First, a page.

Twenty years after passing a law that banned prisoners from financing higher education with federal grants while incarcerated, the government is ready to begin investing in the education of inmates.
The Washington Post reports that the government announced plans today that it will initiate an experiment — called the Second Chance Pell Pilot Program — to offer a limited number of prisoners Pell grants to finance their education from a select number of colleges starting as soon as next year.
The move, which is being made under the Obama administration’s authority for limited financial aid experiments, doesn’t immediately change the status of the ban put in place in 1994. At the time, Congress decided it was unfair for prisoners to claim a share of federal financial aid dollars that were in limited supply at the time — $5 billion, compared to the $29 billion available today.
The Second Chance program aims to help prisoners who are eligible for release within five years work toward an associate’s or a bachelor’s degree while incarcerated. The schools partnering with the program have yet to be announced.
“America is a nation of second chances,” Education Secretary Arne Duncan said in a statement. “Giving people who have made mistakes in their lives a chance to get back on track and become contributing members of society is fundamental to who we are – it can also be a cost-saver for taxpayers.”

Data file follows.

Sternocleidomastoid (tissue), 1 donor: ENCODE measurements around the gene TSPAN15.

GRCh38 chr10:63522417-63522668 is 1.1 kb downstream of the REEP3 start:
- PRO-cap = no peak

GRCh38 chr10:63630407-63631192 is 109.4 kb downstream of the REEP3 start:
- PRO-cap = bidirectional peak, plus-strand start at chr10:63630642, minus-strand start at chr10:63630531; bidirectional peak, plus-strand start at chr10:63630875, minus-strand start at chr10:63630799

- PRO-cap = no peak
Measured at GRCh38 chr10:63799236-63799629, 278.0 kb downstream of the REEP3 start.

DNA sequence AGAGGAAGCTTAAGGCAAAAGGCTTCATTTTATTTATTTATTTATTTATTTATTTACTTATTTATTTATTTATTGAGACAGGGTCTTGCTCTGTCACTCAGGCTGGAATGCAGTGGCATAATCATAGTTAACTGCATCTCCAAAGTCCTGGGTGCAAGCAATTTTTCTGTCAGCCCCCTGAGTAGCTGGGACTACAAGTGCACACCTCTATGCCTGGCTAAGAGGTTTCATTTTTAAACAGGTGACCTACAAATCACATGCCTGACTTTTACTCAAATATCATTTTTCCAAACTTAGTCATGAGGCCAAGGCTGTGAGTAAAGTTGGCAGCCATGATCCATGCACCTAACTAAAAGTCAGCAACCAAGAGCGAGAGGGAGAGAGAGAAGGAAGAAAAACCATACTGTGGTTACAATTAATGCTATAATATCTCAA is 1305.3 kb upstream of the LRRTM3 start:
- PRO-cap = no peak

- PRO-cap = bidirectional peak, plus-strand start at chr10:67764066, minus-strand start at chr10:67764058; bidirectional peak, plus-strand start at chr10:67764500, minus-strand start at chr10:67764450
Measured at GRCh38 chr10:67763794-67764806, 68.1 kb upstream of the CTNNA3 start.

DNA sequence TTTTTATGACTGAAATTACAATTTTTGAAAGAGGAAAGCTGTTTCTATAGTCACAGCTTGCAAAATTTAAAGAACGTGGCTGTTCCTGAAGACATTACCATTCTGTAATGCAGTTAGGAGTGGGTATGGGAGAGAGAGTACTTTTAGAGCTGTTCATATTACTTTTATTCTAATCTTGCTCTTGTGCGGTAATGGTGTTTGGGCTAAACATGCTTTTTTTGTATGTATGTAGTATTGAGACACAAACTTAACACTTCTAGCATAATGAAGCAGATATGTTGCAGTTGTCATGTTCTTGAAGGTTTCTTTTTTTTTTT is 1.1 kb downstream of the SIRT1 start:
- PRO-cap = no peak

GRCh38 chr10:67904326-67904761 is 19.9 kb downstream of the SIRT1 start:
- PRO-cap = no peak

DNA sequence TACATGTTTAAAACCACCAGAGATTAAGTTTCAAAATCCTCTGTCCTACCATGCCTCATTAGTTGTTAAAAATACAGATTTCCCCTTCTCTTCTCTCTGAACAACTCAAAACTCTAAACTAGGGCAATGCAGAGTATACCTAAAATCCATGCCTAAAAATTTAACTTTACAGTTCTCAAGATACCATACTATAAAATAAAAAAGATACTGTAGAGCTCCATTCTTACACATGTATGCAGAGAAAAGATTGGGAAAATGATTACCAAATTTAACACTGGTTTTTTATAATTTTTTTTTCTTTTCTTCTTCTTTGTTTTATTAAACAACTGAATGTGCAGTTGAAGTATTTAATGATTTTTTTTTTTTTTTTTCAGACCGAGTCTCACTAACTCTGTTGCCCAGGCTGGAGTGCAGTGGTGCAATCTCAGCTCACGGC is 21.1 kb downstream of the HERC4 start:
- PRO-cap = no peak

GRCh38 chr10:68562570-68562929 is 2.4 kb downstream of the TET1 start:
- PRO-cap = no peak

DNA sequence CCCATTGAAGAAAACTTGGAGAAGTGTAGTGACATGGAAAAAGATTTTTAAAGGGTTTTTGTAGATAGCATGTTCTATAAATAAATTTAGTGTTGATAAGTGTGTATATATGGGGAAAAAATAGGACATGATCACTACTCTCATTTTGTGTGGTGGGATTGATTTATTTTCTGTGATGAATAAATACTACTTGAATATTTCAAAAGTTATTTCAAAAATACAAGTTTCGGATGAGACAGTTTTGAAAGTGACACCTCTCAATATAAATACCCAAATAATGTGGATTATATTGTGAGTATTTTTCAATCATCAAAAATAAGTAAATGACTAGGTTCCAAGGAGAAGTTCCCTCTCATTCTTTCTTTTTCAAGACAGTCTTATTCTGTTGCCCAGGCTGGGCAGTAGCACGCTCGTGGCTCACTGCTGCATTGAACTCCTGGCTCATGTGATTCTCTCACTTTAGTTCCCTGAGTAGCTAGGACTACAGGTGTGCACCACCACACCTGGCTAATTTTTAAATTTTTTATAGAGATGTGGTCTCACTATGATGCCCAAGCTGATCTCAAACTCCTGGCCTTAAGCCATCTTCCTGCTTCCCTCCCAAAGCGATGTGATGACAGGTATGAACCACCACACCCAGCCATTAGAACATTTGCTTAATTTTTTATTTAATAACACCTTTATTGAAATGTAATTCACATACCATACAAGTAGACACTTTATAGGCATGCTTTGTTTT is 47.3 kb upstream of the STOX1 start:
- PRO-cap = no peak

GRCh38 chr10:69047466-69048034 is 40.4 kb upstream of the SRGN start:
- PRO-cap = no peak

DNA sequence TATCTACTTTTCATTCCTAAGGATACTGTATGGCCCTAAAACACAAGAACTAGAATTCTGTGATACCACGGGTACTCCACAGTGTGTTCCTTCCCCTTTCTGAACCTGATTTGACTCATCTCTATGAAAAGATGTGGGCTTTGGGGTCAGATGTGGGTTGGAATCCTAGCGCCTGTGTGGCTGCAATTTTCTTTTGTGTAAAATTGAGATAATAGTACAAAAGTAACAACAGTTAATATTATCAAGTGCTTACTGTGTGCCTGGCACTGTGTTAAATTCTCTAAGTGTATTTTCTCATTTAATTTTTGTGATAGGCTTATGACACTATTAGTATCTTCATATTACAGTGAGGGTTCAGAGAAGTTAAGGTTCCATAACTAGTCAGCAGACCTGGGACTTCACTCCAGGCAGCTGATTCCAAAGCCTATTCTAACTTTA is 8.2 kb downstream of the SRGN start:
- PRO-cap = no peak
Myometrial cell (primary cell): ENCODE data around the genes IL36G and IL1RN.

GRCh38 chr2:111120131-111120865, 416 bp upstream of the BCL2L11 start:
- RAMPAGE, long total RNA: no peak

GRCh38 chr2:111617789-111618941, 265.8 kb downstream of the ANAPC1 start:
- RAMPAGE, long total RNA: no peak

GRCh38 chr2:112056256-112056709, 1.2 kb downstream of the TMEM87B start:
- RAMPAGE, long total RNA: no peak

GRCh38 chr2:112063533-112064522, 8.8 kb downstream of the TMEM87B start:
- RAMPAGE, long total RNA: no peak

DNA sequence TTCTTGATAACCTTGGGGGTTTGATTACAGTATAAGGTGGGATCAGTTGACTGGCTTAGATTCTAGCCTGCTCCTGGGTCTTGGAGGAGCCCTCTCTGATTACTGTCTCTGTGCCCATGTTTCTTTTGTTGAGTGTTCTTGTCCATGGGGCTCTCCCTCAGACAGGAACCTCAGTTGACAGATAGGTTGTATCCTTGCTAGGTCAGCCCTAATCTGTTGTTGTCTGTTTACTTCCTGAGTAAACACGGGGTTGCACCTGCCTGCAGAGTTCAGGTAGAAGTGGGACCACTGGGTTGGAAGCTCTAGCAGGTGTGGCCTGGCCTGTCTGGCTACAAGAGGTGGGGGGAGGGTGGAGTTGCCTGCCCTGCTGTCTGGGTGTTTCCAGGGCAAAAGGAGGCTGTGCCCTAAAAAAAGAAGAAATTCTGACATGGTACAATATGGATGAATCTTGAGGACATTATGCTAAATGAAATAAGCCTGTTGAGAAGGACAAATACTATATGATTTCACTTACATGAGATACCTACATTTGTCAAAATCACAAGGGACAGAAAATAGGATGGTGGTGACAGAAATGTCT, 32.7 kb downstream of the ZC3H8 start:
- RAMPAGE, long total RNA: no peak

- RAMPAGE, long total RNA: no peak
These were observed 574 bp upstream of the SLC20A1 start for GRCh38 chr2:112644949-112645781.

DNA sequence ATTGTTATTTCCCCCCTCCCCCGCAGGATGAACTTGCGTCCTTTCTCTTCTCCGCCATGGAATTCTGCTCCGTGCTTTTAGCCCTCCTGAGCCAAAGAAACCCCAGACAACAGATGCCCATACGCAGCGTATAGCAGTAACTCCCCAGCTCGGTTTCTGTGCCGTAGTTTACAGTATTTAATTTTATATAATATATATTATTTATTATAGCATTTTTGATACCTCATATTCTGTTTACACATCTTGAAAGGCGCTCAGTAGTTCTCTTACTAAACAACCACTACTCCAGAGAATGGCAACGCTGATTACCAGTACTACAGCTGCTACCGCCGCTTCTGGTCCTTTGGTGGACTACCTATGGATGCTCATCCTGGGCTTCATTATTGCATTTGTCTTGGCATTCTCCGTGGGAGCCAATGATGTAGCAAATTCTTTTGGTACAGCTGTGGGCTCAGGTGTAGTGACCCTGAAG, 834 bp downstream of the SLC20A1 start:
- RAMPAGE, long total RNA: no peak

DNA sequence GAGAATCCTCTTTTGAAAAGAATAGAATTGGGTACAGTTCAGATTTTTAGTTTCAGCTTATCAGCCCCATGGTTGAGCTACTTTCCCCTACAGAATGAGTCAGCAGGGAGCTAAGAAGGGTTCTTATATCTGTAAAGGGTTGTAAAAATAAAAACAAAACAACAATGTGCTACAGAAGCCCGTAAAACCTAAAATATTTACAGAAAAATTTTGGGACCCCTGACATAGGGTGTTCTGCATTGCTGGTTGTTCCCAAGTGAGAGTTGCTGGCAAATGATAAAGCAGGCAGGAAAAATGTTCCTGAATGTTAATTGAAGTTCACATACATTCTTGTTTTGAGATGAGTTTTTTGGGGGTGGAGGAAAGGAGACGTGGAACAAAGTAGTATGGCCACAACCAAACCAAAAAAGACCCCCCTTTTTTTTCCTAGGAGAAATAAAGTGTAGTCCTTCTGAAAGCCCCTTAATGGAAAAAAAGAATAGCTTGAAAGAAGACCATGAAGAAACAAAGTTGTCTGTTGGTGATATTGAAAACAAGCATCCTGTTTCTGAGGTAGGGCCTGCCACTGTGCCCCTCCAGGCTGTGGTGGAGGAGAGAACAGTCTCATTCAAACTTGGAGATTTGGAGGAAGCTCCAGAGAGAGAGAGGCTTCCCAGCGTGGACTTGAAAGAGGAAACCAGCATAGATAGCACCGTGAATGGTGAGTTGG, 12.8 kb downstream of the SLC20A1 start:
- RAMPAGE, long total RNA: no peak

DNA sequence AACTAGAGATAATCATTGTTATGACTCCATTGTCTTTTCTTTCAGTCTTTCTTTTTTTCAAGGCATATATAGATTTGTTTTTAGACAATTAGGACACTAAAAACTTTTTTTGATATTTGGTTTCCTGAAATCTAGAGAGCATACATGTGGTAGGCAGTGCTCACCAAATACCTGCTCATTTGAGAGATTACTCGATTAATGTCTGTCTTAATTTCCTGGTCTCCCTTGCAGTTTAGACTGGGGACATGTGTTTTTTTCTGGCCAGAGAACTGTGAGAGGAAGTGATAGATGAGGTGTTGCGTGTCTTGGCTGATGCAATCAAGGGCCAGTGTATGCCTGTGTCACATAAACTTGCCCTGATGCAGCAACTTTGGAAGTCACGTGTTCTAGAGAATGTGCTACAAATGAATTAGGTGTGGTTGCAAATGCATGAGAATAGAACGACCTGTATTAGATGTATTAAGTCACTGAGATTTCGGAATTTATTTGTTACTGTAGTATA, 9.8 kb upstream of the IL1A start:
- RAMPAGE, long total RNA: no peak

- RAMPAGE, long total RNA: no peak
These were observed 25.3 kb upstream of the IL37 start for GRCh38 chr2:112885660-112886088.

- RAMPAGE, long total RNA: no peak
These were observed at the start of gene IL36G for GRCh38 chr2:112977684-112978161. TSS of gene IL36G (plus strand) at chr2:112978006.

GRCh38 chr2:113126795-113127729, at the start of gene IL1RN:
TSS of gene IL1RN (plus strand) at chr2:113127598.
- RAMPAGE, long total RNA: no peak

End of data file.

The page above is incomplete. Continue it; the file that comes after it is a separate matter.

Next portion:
Duncan maintains that the new experiment will not take money away from the nearly eight million students who are expected to receive Pell grants in 2016, saying that the cost of the program will be very modest.
Although the experiment isn’t a reversal of the 1994 ban, it could eventually lead there. At the time that ban was enacted, the government estimated that more than 25,000 inmates received $35 million in Pell Grants for the first nine months of the 1993-1994 school year.
For two decades, critics of the ban have argued that Congress was shortsighted in taking away funding for prisoners’ schooling. They contend that investing in education for inmates could reduce the likelihood they will commit another crime when released, the Post reports.
Despite the long-running rule, many schools have continued to operate their own inmate education programs. One such program is Goucher College in Maryland, which enrolls 60 to 100 prisoners at a time.
“There’s a long waiting list,” Goucher President Jose Antonio Bowen, tells the Post. “Anything that helps bring more education to the incarcerated is something we would support.”
Feds announce new experiment: Pell grants for prisoners [The Washington Post]